One of the most frustrating parts of aging is often the loss of the ability to communicate clearly. So often, our seniors are thinking clearly but for various reasons aren’t able to communicate. One of the most painful results of a stroke, injury or illness can a breakdown in communication skills. Leading to frustration and even depression. Fortunately, speech therapy can help with speech and communication after a stroke or while living with dementia or other neurological challenges.
What Causes Speech Problems for Seniors?
Some speech problems in seniors are related to damage to the brain, while others have more to do with the ability to move the muscles of the mouth and the brain-mouth connection. Some of the most common speech disorders include problems getting messages from the brain to the mouth (verbal apraxia), trouble finding and/or understanding words (aphasia) and slurred speech (dysarthria). Speech and language therapy can help with all of these conditions.
According to the American Speech-Language-Hearing Association (ASHA), some of the most common causes of speech disorders are:
- Stroke: According to the National Aphasia Association, 25 to 40 percent of stroke survivors experience aphasia.
- Traumatic Brain Injury
- Brain tumors
- Brain surgery
- Progressive neurological disease, including dementia and Parkinson’s Disease
What Are the Symptoms of Common Speech Disorders?
ASHA has outlined some common signs of the three major speech disorders in seniors. There may also be overlap among the three types.
Signs of Verbal Apraxia
- Having trouble imitating sounds
- Saying something correctly in some cases and incorrectly in others
- Groping for words–or having trouble getting your mouth and tongue into the right position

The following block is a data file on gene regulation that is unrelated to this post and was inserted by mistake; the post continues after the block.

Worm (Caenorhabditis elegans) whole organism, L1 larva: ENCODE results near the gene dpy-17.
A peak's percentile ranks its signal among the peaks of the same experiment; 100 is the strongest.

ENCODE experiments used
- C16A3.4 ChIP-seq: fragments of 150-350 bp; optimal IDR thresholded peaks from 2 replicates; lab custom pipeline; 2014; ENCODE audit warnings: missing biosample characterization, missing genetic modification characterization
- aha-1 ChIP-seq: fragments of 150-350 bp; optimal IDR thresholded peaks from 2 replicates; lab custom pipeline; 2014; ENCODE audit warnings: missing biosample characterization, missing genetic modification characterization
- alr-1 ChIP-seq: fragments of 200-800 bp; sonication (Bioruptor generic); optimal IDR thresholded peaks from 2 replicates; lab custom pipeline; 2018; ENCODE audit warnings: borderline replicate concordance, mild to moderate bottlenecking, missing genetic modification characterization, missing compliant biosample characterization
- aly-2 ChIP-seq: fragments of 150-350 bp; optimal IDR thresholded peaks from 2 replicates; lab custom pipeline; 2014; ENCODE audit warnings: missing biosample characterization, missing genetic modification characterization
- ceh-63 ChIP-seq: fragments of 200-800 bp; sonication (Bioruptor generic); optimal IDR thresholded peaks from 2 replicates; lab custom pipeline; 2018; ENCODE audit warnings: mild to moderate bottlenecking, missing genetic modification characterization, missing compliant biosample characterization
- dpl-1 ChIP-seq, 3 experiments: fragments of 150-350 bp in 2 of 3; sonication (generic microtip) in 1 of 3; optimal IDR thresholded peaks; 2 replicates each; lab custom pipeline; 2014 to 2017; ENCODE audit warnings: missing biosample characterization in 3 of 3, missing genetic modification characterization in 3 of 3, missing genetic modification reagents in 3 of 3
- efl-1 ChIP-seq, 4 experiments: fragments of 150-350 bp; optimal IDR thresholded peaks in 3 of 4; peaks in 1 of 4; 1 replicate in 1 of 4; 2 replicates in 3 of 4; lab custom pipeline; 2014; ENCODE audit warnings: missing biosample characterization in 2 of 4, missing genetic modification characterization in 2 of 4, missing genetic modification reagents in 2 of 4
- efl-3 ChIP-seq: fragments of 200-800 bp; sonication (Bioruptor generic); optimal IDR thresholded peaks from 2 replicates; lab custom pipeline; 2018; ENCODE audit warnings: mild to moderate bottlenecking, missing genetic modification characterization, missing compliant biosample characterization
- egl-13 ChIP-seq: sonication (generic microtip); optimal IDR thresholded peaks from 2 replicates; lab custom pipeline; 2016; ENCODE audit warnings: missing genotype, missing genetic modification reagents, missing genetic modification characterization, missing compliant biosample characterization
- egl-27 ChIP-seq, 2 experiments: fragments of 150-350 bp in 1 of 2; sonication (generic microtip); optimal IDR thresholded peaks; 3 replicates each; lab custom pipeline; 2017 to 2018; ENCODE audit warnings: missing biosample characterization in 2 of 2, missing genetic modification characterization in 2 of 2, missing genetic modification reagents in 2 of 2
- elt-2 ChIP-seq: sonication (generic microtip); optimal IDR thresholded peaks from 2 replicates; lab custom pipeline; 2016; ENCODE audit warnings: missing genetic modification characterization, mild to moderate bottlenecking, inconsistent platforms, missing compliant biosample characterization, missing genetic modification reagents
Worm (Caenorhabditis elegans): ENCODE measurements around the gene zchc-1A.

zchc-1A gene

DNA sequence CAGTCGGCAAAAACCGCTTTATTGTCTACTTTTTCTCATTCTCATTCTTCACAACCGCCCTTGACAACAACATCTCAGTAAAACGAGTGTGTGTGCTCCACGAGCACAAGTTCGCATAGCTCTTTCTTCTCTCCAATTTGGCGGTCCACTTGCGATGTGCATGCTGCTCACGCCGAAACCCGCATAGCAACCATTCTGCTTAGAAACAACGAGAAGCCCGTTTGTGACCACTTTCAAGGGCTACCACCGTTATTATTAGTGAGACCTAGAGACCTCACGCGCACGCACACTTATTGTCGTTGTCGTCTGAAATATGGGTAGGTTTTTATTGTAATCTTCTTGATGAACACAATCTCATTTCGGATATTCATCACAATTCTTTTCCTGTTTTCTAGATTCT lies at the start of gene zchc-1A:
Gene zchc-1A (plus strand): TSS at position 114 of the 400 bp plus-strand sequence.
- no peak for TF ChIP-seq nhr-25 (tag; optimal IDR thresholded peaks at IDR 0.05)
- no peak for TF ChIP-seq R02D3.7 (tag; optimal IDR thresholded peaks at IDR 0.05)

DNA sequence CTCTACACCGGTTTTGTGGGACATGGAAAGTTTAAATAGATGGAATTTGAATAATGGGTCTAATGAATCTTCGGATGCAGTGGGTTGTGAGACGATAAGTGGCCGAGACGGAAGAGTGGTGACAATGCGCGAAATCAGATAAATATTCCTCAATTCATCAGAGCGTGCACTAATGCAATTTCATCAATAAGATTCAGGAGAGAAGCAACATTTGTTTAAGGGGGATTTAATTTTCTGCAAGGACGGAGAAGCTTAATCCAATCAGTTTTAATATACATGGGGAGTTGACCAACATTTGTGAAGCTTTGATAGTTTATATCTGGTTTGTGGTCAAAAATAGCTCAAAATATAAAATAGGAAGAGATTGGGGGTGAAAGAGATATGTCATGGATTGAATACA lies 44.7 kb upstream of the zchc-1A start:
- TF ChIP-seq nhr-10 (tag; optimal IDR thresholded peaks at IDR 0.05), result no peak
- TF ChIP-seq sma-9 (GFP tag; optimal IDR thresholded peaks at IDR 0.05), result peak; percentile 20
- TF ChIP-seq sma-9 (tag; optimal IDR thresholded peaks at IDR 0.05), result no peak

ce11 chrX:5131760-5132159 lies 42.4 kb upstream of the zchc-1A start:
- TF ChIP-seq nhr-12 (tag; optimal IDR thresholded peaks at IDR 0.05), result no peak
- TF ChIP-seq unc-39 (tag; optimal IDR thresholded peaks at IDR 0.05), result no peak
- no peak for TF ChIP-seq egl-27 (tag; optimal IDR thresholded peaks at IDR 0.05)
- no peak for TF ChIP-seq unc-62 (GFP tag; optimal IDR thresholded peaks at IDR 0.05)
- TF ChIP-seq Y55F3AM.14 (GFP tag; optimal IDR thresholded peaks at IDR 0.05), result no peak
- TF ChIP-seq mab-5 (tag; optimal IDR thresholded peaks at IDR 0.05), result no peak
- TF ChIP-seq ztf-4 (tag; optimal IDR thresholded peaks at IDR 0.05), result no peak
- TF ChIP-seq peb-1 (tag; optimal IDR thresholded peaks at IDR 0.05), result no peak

- Having an easy time with frequently used “automatic” words like hello while having trouble with other words
- In some cases, apraxia can lead to total loss of speech
Signs of Aphasia
- Difficulty finding words
- Speaking in single words or short fragments
- Putting words in the wrong order
- Using the wrong words or incorrectly substituting words
- Using nonsense words
Signs of Dysarthria
- Slurred speech
- Speaking slowly or too fast
- Speaking in a whisper
- Inability to move the tongue, lips and jaw easily
What Does Speech Therapy for Seniors Involve?
The treatment for speech and communication disorders depends on the diagnosis in symptoms. Some strategies may focus more on the mouth/brain connection, while others may involve more work on the mouth muscles themselves.
In the case of verbal apraxia, the focus is on getting muscles to move correctly. May involve repeating sounds and practicing getting the mouth position right. Therapists can also help patients focus on slowing down to take the time to find and pronounce words.
According to ASHA, treatment for slurred speech often involves slowing down speech and helping patients take the time to find and pronounce words, along with making the muscles of the mouth stronger and making those muscles easier to move as patients form words.
According to the National Aphasia Association, there are two main treatment approaches for this condition, and many therapists use both strategies. Impairment-based therapies focus on breaking down the mechanics of language to help avoid frustration and rebuild oral communication skills. This can include pushing patients to find their words, and some therapists have found success with therapies that encourage patients to sing their words rather than saying them. Communication-based therapies focus on working around language issues to help patients communicate in other ways and often involve help from caregivers.
Speech and Communication Therapies at Evergreen
Being able to communicate is key to quality of life as we age. And it’s possible to preserve and improve speech even when stroke, dementia and other factors make communication hard. Making strides in speech can be re-energizing for seniors and offer a big boost to mental health. At Evergreen Health & Rehab, speech and communication therapy is an especially important part of our regionally acclaimed stroke recovery program and our Journey Alzheimer’s care unit as our highly qualified speech therapists work to help clients reclaim their dignity and quality of life every day.